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Going against the tide

Westerns, baseball films, `Waterworld.' Kevin Costner defends his contrarian ways.

May 27, 2007|Paul Cullum | Special to The Times

"NOT out here -- I don't stand talking in the wind." That's noted western aficionado Kevin Costner easing us toward a quiet corner of his beachfront home outside Santa Barbara. Except that he's quoting John Wayne from "The Searchers," when he first encounters the Indian chief Scar. Whether this is a test of movie lore or the harbinger of a showdown yet to come is not immediately clear.

We sit beneath a giant Peter Beard triptych of African lions, a late-model Gibson acoustic guitar within arm's reach of the couch, binoculars on the credenza for whale spotting. Despite the stunning ocean view, this is actually just a starter home, while the Costners' new house is being readied on the 17-acre horse ranch just up the beach from this gated community. Dressed in jeans and a sweatshirt, his two golden labs lazing nearby, Costner seems every bit the laconic everyman he has played for two decades on screen.

In fact, it's only the "Cedars-Sinai Guide to a Happy Baby" open on the coffee table ("A baby will usually nurse between 10 to 20 minutes on each breast") and the occasional muted offstage cry that indicate that Costner, 52, and his wife, Christine, 32, welcomed their first child -- Cayden Wyatt Costner, his fifth and her first -- a scant seven days before. Mother and son are resting somewhere out of sight.

"Well, you're either an observer or a participant," says Costner, grinning, of this late-second-act wrinkle. He is clearly not intimidated by a challenge -- as the biography of a Compton-born, Cal State Fullerton-educated actor-director-producer who makes up to $15 million a picture might suggest. Especially one who grew nine inches in college. After a series of midcareer setbacks and a recent critical and commercial reawakening, Costner is frank and combative about the reputation he has garnered along the way, and most intent on controlling his destiny.

Costner goes on display in "Mr. Brooks," a modest thriller in which he and William Hurt (a friend since "The Big Chill," from which Costner had the misfortune to be almost completely excised) portray dueling personalities of a reluctant serial killer -- an id and ego that drive around aimlessly together, engaging in amusing banter, eluding detective Demi Moore.

In its conception, "Mr. Brooks" seems like a remnant of the "Silence of the Lambs"-era's charming psychopath cycle run through the conceit of addiction and recovery -- the film opens with the Serenity Prayer -- and retooled for the current horror craze. (Director Bruce A. Evans and co-writer Raynold Gideon wrote the '80s films "Stand by Me," "Starman," "Made in Heaven" and the 1992 Christian Slater vehicle "Kuffs" -- Evans' only other directing credit -- as well as the more recent "Jungle 2 Jungle" starring Tim Allen.)

It is also being billed as a departure for its star and producer. Instead, it features Costner at his most affable -- a continuation of recent roles in "The Upside of Anger" and "Rumor Has It ..." but with a considerably darker thread of humor running throughout and a little more fun at the expense of his nice-guy persona.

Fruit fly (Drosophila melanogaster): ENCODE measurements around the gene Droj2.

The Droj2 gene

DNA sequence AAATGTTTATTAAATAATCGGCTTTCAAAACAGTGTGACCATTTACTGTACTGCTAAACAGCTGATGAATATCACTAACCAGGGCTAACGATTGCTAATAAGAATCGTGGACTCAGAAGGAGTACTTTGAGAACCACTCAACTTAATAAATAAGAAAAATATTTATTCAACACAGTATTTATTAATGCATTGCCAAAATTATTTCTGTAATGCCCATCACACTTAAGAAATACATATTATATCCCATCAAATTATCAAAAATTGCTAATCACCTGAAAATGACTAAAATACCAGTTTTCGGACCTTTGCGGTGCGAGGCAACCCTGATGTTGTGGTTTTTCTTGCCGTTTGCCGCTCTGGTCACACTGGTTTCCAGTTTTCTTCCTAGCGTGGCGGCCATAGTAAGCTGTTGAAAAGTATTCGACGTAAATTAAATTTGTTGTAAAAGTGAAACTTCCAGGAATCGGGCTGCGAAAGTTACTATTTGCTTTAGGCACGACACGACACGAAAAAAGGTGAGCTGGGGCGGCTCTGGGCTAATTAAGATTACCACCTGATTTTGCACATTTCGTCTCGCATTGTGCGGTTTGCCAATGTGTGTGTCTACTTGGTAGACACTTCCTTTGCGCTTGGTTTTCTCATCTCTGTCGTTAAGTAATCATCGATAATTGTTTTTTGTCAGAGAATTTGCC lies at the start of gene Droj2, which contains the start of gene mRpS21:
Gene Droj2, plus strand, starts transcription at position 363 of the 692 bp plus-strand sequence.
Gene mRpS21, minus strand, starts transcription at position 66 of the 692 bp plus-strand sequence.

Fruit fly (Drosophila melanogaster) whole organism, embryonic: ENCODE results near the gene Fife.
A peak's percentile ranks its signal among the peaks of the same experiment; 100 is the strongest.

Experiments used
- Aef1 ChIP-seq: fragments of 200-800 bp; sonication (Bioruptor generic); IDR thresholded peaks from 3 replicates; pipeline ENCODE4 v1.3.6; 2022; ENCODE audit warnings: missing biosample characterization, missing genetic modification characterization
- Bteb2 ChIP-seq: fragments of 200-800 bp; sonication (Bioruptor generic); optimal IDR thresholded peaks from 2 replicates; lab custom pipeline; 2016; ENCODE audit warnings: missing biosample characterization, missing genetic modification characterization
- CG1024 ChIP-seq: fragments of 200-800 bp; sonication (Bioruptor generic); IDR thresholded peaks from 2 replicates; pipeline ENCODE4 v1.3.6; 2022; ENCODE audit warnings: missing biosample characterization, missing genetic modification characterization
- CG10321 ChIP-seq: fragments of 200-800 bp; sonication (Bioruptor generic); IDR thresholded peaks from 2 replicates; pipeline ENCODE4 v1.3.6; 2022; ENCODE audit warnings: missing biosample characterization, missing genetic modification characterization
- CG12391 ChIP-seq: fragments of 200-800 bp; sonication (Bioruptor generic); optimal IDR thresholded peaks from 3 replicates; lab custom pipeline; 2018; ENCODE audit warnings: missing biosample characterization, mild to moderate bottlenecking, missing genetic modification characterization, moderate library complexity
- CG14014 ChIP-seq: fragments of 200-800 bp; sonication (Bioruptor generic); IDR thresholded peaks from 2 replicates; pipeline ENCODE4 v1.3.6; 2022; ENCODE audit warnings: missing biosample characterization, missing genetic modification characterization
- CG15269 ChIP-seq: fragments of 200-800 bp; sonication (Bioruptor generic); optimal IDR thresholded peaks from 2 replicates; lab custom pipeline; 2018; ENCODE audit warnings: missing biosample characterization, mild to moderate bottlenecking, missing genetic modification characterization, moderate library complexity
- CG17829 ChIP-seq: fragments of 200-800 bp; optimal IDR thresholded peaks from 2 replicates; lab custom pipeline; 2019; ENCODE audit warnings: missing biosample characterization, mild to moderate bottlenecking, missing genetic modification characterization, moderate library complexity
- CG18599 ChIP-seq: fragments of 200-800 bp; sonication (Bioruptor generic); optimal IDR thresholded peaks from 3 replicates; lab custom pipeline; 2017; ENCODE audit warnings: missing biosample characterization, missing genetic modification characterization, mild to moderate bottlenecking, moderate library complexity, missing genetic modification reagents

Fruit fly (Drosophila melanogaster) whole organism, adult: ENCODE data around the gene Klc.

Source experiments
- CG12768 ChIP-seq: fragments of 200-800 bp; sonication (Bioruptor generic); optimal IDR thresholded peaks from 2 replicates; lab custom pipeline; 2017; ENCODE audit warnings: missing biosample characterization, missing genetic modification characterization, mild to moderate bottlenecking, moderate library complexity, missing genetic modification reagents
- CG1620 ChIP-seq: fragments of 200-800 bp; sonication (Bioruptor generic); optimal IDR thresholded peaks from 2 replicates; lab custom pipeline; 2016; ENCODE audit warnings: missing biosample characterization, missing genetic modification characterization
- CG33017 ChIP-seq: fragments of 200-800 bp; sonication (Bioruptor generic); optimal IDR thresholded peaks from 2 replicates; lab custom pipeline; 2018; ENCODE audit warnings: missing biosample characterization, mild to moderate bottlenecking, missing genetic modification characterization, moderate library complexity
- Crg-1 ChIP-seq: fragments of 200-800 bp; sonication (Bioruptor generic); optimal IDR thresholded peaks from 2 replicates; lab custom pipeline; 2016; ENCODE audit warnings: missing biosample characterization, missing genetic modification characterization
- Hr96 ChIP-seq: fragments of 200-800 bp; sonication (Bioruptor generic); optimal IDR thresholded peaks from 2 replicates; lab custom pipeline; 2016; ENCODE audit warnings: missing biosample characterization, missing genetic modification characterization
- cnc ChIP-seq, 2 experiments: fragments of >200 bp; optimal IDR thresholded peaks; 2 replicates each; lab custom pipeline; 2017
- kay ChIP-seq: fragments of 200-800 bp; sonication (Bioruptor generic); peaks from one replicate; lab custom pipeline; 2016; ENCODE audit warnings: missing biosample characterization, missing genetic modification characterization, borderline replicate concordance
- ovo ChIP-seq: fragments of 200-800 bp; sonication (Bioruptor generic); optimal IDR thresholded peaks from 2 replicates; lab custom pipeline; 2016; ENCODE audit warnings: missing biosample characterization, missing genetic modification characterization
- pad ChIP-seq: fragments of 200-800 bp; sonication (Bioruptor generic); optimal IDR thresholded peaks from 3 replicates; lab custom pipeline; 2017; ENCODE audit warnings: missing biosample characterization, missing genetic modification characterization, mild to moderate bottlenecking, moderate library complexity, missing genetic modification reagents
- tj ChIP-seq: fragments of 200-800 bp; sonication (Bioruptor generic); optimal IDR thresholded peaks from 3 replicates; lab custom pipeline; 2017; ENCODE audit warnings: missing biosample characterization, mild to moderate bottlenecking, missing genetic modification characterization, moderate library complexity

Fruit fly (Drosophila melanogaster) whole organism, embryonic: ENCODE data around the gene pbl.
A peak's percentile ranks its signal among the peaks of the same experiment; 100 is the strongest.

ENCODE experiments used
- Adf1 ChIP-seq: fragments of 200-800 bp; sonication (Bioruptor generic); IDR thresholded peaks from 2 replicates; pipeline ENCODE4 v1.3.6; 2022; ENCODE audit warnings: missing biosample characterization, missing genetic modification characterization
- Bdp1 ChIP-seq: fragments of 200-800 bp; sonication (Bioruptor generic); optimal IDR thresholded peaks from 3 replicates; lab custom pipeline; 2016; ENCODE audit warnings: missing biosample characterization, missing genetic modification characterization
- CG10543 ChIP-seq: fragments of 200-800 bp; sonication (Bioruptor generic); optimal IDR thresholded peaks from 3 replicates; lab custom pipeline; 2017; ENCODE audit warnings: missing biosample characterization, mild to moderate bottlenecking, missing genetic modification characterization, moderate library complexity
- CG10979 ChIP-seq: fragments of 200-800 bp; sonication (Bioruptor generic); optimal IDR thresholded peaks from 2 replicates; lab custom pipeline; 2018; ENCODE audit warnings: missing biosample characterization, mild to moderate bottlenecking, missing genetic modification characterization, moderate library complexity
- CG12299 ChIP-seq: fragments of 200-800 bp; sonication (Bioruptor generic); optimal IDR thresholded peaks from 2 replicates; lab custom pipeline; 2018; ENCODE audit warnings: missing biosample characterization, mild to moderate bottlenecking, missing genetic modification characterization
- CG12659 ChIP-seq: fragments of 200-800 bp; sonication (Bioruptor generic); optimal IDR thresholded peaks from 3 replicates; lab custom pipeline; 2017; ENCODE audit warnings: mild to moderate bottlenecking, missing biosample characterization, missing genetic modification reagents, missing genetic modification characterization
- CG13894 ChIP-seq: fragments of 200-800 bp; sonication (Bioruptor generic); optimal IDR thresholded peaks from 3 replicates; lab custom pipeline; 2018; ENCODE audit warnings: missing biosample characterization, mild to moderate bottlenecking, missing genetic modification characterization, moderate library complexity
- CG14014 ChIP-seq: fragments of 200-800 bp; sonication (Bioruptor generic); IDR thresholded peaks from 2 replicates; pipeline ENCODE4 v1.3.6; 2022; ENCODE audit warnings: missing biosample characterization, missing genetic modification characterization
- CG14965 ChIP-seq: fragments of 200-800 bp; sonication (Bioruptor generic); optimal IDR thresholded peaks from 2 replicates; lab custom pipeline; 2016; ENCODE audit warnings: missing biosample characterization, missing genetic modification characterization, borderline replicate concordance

Yet the image of Costner as a split personality is not altogether a foreign one. Early successes with "Silverado," "The Untouchables" and the baseball double-header "Bull Durham" and "Field of Dreams" culminated in 1990 best picture and best director Oscars for his directorial debut, "Dances With Wolves" (roles in "JFK" and "Robin Hood: Prince of Thieves" followed).

But soon afterward, his "Jimmy Stewart, aw-shucks persona," as Madonna once described it, began to collide in the press with images of profligacy (cost overruns on the $175-million "Waterworld"), egomania (locking his directors out of the editing room on "Robin Hood" and "The Bodyguard") and intransigence (refusing to comply with studio cuts on his pictures). He stubbornly clung to what were considered outmoded genres (baseball films, westerns, post-apocalyptic epics). His films routinely topped the two-hour mark, and his directorial follow-up, 1997's post-apocalyptic epic western "The Postman," was ridiculed on its release.

Of course, to be fair, "Waterworld" went on to earn $265 million worldwide, putting it safely in the black, and "Robin Hood" and "The Bodyguard" made roughly $400 million apiece. Not even 20 years after "Wolves" and westerns are back in vogue ("Deadwood," Paul Thomas Anderson's upcoming "There Will Be Blood," Costner's own 2003 surprise hit "Open Range"), as is post-apocalypse (Cormac McCarthy's "The Road," Jim Crace's "The Pesthouse," Matthew Sharpe's "Jamestown"). "The Postman" may well be due for reconsideration, now that nostalgia for benign government is in the ascendant. And before you begin to doubt the degree of Costner's commitment to his work, consider that in "Waterworld," the man drank his own urine.

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